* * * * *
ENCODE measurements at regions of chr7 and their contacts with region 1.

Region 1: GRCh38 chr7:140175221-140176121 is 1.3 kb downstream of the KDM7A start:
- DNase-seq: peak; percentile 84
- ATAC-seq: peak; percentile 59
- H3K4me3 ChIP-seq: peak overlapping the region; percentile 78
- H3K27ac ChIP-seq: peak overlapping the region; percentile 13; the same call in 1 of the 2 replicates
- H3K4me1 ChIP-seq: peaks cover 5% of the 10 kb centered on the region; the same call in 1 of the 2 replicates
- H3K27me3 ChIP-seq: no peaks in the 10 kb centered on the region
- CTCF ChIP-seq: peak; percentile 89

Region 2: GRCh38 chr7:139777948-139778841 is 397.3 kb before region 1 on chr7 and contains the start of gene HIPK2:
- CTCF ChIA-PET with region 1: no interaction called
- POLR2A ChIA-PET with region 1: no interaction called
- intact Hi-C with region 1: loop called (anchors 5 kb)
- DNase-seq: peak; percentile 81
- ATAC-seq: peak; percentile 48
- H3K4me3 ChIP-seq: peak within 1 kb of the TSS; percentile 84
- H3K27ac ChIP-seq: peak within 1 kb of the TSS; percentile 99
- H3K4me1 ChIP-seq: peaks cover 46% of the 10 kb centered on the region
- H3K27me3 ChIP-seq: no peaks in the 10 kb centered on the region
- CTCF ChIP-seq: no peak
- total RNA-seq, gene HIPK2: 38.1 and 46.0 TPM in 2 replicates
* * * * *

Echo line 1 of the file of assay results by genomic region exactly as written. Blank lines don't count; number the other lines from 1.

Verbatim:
ENCODE measurements at regions of chr7 and their contacts with region 1.